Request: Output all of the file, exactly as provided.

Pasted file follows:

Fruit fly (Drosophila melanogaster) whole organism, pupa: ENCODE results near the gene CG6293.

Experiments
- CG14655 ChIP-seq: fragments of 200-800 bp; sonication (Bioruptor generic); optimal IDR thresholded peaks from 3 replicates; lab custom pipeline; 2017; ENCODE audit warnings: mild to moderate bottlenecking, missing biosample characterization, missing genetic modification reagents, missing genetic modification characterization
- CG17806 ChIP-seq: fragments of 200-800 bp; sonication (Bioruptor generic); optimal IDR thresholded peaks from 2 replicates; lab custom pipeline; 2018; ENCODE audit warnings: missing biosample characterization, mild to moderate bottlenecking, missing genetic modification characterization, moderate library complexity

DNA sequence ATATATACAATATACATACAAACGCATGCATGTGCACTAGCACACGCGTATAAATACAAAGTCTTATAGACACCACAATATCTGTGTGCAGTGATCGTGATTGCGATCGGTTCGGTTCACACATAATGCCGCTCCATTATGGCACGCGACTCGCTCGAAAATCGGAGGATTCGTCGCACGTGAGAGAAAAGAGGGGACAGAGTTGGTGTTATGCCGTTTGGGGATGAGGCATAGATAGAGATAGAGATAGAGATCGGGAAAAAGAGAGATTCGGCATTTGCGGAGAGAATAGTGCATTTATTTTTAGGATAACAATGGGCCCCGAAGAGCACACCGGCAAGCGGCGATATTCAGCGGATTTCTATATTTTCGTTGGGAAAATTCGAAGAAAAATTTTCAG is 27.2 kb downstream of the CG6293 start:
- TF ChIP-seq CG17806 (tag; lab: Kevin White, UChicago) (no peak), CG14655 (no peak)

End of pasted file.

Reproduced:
Fruit fly (Drosophila melanogaster) whole organism, pupa: ENCODE results near the gene CG6293.

Experiments
- CG14655 ChIP-seq: fragments of 200-800 bp; sonication (Bioruptor generic); optimal IDR thresholded peaks from 3 replicates; lab custom pipeline; 2017; ENCODE audit warnings: mild to moderate bottlenecking, missing biosample characterization, missing genetic modification reagents, missing genetic modification characterization
- CG17806 ChIP-seq: fragments of 200-800 bp; sonication (Bioruptor generic); optimal IDR thresholded peaks from 2 replicates; lab custom pipeline; 2018; ENCODE audit warnings: missing biosample characterization, mild to moderate bottlenecking, missing genetic modification characterization, moderate library complexity

DNA sequence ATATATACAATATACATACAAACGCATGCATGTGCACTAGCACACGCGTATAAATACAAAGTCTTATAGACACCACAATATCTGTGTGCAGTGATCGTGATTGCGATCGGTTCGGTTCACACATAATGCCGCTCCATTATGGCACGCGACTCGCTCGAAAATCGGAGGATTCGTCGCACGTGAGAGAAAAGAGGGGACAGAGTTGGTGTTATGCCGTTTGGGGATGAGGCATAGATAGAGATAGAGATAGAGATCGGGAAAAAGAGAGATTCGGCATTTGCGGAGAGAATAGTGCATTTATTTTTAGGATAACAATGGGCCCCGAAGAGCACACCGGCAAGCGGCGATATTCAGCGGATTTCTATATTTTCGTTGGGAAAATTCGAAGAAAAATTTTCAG is 27.2 kb downstream of the CG6293 start:
- TF ChIP-seq CG17806 (tag; lab: Kevin White, UChicago) (no peak), CG14655 (no peak)